Delay in reporting injury was reasonable, didn't prejudice employer's rights
Patterson v. Clarksville-Montgomery County School System, No. M2007-01115-WC-R3-WC (Tenn. Work. Comp. 09/05/08).
What it means: Under Tennessee law, an employee may be excused from giving notice of her injury to the employer within 30 days if she is unaware of the nature and seriousness of her injury during that period and the employer is not prejudiced by the delay.
Summary: An elementary school teacher claimed that she felt a popping sensation in her low back as she was packing boxes to move from one classroom to another. She mentioned the incident to four teachers during lunch but did not immediately report the injury to the principal or any other school official. A few months later, after noticing numbness in her foot, she met with the principal and assistant principal and advised them that she would be having surgery. The panel found that the teacher's delay in reporting the injury was reasonable under the circumstances and that the employer was not prejudiced by the late notice. It upheld the trial court's award.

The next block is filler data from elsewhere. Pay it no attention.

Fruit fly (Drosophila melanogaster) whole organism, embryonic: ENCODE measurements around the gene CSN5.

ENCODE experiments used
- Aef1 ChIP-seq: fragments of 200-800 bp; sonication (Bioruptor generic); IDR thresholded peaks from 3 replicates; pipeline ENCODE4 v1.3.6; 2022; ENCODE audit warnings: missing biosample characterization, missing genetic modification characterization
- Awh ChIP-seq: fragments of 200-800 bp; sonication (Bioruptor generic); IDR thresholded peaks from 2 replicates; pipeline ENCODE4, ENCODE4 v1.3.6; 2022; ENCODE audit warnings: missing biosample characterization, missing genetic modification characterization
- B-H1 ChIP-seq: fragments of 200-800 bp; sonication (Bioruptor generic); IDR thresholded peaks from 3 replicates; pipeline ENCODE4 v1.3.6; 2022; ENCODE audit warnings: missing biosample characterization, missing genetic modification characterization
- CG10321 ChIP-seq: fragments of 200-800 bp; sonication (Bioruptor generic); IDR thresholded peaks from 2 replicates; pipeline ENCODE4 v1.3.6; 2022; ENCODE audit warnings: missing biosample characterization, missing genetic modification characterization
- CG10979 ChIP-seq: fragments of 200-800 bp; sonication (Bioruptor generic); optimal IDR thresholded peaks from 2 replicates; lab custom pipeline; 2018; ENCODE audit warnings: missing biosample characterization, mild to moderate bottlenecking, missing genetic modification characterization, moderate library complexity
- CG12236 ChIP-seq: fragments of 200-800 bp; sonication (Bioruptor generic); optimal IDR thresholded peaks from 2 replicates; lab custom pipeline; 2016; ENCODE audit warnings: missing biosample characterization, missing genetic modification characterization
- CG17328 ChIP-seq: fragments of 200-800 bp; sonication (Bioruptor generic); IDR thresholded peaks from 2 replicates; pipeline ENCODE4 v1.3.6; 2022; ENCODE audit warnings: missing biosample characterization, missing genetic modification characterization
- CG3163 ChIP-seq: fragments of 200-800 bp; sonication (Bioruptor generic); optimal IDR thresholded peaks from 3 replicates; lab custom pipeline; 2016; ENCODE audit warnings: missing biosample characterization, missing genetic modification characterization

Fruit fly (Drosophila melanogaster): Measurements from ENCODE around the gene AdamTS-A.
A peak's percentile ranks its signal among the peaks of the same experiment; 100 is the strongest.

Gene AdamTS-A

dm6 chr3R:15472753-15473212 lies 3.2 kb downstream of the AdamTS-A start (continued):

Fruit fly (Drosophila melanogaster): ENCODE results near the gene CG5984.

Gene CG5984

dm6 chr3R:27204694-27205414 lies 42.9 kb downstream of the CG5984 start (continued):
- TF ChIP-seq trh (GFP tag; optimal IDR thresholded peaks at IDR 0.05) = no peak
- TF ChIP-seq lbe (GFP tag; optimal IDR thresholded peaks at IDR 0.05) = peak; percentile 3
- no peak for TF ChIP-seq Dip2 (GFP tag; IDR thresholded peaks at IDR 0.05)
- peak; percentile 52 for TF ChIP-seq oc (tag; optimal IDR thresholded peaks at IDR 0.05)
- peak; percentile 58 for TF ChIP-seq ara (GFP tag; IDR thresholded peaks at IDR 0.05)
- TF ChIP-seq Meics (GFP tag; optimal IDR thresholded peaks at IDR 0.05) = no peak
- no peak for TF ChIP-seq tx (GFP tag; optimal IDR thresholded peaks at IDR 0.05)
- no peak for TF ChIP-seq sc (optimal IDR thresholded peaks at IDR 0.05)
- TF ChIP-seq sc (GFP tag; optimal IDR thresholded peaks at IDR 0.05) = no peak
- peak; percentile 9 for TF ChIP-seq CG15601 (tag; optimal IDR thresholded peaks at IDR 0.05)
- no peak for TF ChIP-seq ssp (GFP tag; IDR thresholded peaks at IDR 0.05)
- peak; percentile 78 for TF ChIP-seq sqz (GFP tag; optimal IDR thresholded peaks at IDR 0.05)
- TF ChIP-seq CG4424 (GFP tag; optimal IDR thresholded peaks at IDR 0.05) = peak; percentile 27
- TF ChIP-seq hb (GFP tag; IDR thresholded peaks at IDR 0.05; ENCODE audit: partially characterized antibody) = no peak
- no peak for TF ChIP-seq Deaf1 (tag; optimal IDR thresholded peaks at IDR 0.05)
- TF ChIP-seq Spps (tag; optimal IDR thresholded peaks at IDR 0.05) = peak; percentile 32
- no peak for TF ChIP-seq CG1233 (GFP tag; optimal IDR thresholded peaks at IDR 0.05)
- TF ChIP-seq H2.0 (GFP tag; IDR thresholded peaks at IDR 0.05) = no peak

The panel explained that in determining whether an employee has demonstrated a reasonable excuse for failing to give timely notice of an injury, Tennessee courts generally consider: 1) whether the employer had actual knowledge of the injury; 2) whether the employer would be prejudiced by allowing the late notice; and 3) the excuse or inability of the employee to provide timely notice.
The teacher provided notice to the employer approximately three months after the incident when she learned that surgery might be necessary. The panel found that the employer was not prejudiced by the delay because it was able to obtain statements from the four teachers who confirmed the claimant's account of the incident. In addition, it was able to obtain medical records from her primary care physician, the first doctor she saw after the injury.
December 2, 2008
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